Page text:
Muze Online: Lesson 10
So far, we have used the treble clef to plot out our notes. The treble clef has a wide pitch range, encompassing most of the notes in the range of higher voices, but what do we do if we want to indicate lower notes? If we want to write a melody for a male voice? Then we must use the bass clef.
The bass clef looks like this:
I use an acronym to remember the names of the spaces, starting from the bottom: All Cows Eat Grass.
An acronym for the lines is: Good Boys Don't Fool Around
The bass clef can be used in conjunction with the treble clef to cover the full range of the human voice. As seen below, the bass clef is always positioned underneath the treble clef since it depicts lower pitches than the treble clef. Piano music commonly uses both clefs to demonstrate the left hand (on the bass clef) and the right hand (the treble clef).
As you can see from the diagram to the right, Middle C is encompassed by both clefs. For the treble clef, Middle C is found on the first ledger line below the stave. For the bass clef, Middle C is found on the first ledger line above the stave. We call this note ‘Middle C’ because it is in the middle of the keyboard. When combining the clefs there is little reason to use ledger lines below the treble clef because these notes can be written on the bass clef instead. Similarly, there is little reason to use ledger lines above the bass clef because these notes can be written on the treble clef. Using fewer ledger lines makes the music easier to read, which is always our ultimate goal.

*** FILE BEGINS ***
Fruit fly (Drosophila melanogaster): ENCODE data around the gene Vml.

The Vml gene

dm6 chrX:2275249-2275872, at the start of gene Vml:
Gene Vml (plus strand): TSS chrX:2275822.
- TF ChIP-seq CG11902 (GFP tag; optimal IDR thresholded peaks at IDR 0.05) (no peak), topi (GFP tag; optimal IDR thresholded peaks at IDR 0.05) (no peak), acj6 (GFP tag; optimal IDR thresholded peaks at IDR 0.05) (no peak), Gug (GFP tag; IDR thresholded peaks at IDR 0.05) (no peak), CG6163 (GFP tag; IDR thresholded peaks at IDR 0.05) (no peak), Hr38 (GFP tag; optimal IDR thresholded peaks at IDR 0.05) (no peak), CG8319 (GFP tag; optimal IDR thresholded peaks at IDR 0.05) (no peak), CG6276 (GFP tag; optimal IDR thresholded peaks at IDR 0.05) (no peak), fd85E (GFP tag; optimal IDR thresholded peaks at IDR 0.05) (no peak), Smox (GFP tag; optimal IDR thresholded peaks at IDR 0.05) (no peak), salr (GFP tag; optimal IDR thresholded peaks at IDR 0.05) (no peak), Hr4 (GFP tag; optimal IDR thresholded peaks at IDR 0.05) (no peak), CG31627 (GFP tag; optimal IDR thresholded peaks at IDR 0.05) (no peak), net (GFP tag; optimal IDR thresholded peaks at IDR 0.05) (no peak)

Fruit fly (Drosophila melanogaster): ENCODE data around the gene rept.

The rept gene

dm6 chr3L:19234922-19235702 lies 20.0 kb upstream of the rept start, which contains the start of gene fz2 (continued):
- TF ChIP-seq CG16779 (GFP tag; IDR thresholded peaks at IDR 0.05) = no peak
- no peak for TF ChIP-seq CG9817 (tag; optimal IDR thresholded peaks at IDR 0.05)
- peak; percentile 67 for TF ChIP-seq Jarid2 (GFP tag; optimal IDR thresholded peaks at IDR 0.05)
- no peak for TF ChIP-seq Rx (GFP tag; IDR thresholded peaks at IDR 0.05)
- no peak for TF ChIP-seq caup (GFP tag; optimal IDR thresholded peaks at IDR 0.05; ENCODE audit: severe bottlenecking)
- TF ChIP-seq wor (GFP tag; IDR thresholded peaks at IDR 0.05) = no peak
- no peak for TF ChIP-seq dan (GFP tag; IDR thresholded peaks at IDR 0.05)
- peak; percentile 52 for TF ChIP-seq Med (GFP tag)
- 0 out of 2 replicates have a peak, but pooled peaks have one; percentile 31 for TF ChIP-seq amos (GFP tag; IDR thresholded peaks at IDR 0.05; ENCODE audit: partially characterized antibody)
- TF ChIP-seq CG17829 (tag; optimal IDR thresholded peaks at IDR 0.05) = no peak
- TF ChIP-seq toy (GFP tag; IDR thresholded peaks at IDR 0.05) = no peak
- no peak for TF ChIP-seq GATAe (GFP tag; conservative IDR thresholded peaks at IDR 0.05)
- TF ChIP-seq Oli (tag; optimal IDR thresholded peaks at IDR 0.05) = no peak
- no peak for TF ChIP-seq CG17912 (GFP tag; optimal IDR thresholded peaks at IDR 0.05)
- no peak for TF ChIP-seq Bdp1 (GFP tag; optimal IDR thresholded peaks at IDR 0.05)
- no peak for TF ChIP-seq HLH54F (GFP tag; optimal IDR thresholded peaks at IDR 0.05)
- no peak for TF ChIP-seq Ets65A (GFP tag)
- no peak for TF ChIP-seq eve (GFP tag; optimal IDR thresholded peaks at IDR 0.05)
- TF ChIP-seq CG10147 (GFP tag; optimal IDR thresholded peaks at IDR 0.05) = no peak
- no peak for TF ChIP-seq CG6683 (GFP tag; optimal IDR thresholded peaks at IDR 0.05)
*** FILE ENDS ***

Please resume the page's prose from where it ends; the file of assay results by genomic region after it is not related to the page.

This sign: shows that the two clefs are to be played at the same time. If left out, it would look like the clefs are not joined, suggesting that the musician should first play in treble clef and then in bass clef for the next line of music. It is important that we don’t miss this sign out.
Have a go at writing out a few bass clef symbols (start with your pencil on the F line and begin by swirling round in a clockwise direction to finish just below the original dot in the A gap. Don’t forget the two dots!
Write out a C major scale lasting 2 octaves, beginning on the second ledger line below the bass clef.
Finally, write out a treble clef and a bass clef together,